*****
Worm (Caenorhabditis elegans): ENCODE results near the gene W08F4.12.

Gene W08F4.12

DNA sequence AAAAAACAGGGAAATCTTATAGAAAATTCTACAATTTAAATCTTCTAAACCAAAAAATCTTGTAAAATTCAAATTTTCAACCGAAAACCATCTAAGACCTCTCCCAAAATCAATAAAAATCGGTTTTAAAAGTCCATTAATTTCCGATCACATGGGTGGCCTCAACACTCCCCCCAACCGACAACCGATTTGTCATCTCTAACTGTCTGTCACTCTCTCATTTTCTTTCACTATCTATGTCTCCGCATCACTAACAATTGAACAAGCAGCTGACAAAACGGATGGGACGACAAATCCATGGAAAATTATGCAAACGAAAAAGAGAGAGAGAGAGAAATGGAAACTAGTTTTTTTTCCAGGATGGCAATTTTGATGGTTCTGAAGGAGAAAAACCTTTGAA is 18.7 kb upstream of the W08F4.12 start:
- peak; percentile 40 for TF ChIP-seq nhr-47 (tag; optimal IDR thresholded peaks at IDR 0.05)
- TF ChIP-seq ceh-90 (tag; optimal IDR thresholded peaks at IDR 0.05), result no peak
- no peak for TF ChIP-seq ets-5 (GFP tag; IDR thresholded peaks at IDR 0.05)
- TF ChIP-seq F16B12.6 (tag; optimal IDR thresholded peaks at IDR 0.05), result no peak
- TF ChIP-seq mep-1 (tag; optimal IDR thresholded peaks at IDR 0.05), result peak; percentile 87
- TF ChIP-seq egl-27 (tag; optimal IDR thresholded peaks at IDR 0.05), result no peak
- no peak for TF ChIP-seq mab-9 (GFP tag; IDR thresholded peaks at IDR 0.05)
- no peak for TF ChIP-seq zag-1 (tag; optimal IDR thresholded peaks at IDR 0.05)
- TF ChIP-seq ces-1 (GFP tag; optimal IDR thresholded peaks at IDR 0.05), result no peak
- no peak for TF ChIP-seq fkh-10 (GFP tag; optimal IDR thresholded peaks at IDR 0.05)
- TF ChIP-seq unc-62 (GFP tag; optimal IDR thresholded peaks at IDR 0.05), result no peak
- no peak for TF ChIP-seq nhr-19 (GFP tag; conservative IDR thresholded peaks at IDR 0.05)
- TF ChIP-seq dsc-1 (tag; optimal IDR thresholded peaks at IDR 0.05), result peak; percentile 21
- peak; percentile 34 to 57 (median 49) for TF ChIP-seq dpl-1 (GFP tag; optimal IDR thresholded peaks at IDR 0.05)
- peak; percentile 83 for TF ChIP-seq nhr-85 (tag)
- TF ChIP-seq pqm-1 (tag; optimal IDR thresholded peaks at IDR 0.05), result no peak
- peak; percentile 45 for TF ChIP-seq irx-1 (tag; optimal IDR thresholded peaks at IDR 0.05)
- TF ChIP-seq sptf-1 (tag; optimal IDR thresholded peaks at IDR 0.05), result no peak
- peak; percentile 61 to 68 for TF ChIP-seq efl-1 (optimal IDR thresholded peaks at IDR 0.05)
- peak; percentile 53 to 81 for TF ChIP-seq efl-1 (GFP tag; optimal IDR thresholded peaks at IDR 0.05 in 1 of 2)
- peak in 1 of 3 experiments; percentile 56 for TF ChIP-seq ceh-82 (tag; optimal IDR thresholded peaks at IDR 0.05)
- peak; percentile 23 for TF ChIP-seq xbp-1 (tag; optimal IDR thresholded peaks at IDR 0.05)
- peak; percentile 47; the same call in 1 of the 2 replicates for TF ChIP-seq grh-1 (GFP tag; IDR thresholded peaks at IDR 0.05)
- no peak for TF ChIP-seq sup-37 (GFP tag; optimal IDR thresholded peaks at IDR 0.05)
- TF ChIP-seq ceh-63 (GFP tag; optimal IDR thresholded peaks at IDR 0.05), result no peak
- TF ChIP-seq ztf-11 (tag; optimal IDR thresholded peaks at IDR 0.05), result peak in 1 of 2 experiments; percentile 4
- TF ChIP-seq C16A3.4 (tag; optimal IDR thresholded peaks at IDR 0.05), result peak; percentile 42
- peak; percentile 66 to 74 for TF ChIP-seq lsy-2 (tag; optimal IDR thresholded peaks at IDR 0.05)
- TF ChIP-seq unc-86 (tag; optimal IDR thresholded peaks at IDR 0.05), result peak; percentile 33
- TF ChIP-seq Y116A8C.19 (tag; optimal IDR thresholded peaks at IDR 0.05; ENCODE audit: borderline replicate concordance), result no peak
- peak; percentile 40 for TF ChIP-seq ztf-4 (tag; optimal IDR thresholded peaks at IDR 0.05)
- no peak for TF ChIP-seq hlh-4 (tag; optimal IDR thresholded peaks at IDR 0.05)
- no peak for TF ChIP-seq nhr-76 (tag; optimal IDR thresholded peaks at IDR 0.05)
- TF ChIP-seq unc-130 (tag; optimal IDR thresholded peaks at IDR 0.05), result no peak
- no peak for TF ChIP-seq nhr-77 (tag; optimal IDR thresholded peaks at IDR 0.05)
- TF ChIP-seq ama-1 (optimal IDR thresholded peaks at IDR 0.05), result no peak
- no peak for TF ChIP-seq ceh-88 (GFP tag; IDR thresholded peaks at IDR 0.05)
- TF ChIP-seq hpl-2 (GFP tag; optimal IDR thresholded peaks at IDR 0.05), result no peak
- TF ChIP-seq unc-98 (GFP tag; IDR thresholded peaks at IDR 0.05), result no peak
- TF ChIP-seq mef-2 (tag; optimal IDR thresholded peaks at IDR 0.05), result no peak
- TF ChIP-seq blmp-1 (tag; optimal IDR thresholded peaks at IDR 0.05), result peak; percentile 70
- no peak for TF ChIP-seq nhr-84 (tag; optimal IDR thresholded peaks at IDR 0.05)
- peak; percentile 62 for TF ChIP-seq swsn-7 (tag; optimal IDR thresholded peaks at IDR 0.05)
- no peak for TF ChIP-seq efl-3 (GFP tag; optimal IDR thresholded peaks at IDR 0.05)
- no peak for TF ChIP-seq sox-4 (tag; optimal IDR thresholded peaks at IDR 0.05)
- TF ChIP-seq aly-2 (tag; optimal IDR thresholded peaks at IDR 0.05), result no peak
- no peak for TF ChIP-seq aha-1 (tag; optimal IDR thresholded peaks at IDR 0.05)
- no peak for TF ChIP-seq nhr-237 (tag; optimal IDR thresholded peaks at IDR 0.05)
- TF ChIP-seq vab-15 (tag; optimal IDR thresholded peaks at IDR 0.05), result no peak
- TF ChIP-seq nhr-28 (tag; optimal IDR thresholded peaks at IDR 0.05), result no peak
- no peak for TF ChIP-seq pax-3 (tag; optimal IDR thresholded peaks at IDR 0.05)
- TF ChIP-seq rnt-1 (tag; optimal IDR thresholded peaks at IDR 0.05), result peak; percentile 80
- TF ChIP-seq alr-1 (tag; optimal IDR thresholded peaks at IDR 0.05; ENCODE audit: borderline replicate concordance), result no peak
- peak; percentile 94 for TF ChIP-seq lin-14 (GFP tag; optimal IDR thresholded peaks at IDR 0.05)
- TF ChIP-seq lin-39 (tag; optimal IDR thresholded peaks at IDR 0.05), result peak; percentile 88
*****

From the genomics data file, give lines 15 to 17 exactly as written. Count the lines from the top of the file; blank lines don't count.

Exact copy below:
- no peak for TF ChIP-seq nhr-19 (GFP tag; conservative IDR thresholded peaks at IDR 0.05)
- TF ChIP-seq dsc-1 (tag; optimal IDR thresholded peaks at IDR 0.05), result peak; percentile 21
- peak; percentile 34 to 57 (median 49) for TF ChIP-seq dpl-1 (GFP tag; optimal IDR thresholded peaks at IDR 0.05)